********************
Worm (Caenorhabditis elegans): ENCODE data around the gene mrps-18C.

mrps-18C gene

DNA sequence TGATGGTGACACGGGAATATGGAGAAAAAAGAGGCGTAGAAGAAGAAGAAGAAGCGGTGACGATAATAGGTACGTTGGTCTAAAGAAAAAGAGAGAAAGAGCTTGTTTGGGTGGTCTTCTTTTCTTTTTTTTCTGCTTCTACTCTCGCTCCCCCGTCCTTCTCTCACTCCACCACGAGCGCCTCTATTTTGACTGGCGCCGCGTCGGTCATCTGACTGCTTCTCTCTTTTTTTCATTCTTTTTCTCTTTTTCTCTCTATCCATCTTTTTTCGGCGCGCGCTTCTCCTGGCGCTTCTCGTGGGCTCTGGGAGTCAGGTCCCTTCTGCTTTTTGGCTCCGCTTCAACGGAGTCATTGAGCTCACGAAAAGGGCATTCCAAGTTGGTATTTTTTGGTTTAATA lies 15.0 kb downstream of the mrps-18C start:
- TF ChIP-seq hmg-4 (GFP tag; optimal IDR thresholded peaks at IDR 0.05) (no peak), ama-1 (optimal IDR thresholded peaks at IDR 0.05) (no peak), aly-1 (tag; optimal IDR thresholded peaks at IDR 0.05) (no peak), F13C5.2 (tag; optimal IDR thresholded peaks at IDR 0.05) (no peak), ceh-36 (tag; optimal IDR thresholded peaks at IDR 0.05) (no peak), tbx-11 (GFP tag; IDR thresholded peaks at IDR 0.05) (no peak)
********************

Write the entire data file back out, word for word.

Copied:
Worm (Caenorhabditis elegans): ENCODE data around the gene mrps-18C.

mrps-18C gene

DNA sequence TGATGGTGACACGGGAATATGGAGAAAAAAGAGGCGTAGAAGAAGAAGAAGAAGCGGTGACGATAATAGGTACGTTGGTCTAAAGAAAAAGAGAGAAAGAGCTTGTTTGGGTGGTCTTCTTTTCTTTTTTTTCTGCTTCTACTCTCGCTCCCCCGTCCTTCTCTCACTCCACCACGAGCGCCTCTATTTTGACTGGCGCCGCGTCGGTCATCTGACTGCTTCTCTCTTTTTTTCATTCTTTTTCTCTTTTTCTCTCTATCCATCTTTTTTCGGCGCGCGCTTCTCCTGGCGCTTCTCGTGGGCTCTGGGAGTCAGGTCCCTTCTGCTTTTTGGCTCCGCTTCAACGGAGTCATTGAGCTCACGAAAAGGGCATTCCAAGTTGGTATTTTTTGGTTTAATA lies 15.0 kb downstream of the mrps-18C start:
- TF ChIP-seq hmg-4 (GFP tag; optimal IDR thresholded peaks at IDR 0.05) (no peak), ama-1 (optimal IDR thresholded peaks at IDR 0.05) (no peak), aly-1 (tag; optimal IDR thresholded peaks at IDR 0.05) (no peak), F13C5.2 (tag; optimal IDR thresholded peaks at IDR 0.05) (no peak), ceh-36 (tag; optimal IDR thresholded peaks at IDR 0.05) (no peak), tbx-11 (GFP tag; IDR thresholded peaks at IDR 0.05) (no peak)